But my prejudices, which are legion, are showing. A deeper inspection of the film reveals that it is not, in fact, called World of Warcraft. Leave that for the third sequel, I guess. Director and co-writer Jones – who clearly at least has passing knowledge of the series – is at pains to impress upon the viewer Azeroth’s vast scale in terms of distance traveled, but is hampered by his busy, scattershot script as to its geographic diversity***, which the games, sometimes to their detriment, have to an almost comical degree. An instructive if perhaps unintended consequence of this is that the viewer spends entirely too much of the movie watching a single character flying between far-flung map points on the back of a winged griffin, which is how transit of the non-pedestrian, non-teleportation variety still happens for millions of WoW players every day. For a movie in which miles beyond count are ostensibly traveled, Warcraft has a deadly, decidedly boxed-in feel to it. Jaw-dropping exterior and interior shots – exactly one apiece – of the wintry dwarven stronghold Ironforge seem to exist entirely in order to hint at how expansive the world of Azeroth might become in obviously hoped-for future installments of the franchise. It doesn’t help that these background elements, comparative throwaways like griffin’s-eye aerial POV shots of the sprawling human city of Stormwind, are unequivocally the coolest single visual elements in a movie that has obviously overspent on populating and animating its foreground. Along with the two lead orcs, the feisty griffin is actually the most eye-catching and engaging character in the film, CGI or otherwise.
***The dense, mood-lit forest of WoW’s Teldrassil, for but the most glaring example, is freaking gorgeous in game, though I understand that in order to be fully realized on film it’d have to be yet another 100% CGI-rendered element. More’s the pity. The closest we get to a visit is watching three incredibly uptight and, frankly, suspicious Night Elf emissaries look around at each other in amusing consternation and faux outrage every time a new proclamation about the looming war is made.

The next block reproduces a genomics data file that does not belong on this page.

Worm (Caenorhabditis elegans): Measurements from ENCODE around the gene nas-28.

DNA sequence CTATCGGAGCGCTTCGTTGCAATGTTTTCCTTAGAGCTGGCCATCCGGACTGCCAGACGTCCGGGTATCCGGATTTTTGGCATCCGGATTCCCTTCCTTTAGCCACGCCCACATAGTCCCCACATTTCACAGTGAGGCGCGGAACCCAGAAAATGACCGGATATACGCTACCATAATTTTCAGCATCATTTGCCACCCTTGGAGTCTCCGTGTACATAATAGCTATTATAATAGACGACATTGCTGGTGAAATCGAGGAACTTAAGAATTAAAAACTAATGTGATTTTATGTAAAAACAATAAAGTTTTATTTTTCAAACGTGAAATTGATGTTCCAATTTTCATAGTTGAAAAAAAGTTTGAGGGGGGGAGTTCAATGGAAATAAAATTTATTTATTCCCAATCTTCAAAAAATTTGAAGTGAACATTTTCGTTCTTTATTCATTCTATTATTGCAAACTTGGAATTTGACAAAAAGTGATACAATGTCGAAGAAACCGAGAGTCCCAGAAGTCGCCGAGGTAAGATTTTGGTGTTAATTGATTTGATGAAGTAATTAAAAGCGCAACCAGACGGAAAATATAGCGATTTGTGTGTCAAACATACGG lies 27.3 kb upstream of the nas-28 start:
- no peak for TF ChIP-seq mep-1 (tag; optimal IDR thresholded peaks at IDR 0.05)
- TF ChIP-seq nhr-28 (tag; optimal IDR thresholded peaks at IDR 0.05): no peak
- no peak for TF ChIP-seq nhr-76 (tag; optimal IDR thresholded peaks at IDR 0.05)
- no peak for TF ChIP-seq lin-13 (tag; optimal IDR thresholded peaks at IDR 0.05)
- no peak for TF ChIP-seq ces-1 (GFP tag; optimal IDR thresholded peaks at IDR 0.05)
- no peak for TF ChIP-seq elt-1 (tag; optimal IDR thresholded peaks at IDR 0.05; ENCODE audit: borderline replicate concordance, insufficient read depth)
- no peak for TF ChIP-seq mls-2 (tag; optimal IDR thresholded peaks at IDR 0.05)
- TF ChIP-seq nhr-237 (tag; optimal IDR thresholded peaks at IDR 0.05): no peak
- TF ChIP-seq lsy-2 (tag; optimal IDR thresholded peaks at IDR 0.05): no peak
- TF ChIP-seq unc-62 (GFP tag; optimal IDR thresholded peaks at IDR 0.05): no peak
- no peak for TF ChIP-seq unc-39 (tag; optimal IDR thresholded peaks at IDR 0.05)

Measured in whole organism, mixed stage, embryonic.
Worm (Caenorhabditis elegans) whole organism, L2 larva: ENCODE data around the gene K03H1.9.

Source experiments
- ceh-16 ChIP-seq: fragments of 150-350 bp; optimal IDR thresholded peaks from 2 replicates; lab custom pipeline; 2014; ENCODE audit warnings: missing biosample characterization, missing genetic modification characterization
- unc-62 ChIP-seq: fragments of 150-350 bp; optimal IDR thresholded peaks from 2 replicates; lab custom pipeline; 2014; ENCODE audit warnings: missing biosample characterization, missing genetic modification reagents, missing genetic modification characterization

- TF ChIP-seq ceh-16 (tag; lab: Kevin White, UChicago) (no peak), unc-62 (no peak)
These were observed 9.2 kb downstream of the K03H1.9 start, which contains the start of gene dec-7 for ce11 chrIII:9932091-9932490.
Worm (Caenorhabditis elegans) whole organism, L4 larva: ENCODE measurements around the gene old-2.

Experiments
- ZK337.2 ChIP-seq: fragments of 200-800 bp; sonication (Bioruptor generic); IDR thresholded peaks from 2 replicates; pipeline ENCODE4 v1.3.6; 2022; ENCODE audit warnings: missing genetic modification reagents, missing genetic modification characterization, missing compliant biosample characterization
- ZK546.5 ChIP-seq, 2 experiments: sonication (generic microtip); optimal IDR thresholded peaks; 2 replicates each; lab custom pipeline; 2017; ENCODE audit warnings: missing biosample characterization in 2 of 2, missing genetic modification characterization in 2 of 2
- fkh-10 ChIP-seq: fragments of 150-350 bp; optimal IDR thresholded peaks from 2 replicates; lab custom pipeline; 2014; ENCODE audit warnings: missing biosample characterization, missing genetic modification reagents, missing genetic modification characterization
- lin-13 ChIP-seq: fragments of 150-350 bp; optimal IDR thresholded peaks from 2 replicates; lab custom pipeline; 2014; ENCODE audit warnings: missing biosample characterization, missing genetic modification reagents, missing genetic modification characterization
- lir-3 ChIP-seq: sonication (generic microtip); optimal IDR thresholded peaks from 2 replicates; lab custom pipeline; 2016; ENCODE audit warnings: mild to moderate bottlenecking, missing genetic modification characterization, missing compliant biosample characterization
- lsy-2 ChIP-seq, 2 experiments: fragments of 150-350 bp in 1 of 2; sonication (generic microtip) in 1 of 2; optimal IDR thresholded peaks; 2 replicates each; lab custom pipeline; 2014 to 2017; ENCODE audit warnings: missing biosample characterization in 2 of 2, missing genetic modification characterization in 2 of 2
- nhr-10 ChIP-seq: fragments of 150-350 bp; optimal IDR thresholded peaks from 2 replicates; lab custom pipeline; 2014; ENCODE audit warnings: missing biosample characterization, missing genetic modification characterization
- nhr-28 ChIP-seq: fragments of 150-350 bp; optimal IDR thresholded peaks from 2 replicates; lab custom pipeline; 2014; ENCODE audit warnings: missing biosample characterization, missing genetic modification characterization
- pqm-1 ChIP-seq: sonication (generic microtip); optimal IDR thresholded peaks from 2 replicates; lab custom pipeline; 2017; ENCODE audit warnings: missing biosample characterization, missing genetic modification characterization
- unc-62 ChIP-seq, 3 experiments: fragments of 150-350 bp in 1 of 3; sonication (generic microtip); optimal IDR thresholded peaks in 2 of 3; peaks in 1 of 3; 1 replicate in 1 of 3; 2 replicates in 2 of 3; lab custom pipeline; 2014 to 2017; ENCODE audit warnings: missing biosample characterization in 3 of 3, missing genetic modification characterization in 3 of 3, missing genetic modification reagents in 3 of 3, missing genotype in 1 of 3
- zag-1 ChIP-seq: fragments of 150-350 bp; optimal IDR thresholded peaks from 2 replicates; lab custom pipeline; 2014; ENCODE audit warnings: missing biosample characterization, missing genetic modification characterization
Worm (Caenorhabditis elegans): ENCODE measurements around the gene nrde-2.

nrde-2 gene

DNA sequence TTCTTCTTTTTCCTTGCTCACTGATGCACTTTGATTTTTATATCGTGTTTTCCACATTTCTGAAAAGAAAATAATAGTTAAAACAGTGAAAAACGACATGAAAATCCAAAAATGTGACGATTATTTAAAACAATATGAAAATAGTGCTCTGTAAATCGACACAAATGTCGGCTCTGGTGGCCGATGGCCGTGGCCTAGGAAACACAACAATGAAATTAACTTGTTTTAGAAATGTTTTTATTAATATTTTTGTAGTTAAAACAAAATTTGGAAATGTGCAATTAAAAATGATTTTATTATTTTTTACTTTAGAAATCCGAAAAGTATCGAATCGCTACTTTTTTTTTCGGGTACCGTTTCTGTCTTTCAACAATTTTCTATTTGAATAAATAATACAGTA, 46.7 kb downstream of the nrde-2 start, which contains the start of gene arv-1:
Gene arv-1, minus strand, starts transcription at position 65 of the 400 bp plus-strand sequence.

A movie like Warcraft can’t quite win. The question, honestly, is whether it should have even tried. Almost every character choice the film makes ends up feeling a little off, though its underlying craft and determination do shine through. A laudable amount of work has gone into, if not exactly making the orcs distinguishable from one another, then at least making them look cool, but if Jones lingers on Durotan long enough to earmark him as more than just guttural axe-fodder, it muddles the proceedings and kills the adrenaline, whereas overcorrecting and kicking up the action – which, though concussive and kinetic, never feels that much more cinematic than the already impressive extended cutscenes that kick off WoW’s periodic in-game expansions – makes it rote and impersonal. Presented with anonymous humans, save six, and a literal horde of orcs that each seem to stretch off in ragged procession for as far as the eye can see, how can Jones make us truly care about anything that is going on? We don’t grasp the stakes, in part, because we don’t know the world. We can’t know the world, in part, because we don’t have the time. The Warcraft script is excited but greedy, ambitious but clumsy, with several jarring shifts in narrative gear, a distractingly rushed climax, and a game-changing second act twist that carries with it the uncanny feeling that you’re watching a stunning personal betrayal unfold at your weekly neighborhood poker game, when you’ve never played poker before, and it’s not even your neighborhood. Warcraft is a noble misfire, a well-intentioned, unevenly executed enterprise craft project that invests so much capitol in making places and things look right, and in making its computer-generated orcs ready for their Oscar close-up, that it unfortunately shortchanges its flesh and blood components. It is nevertheless still probably worth seeing, provided you don’t plan to spend much time in thought.
“Warcraft” (2016) 2/4 stars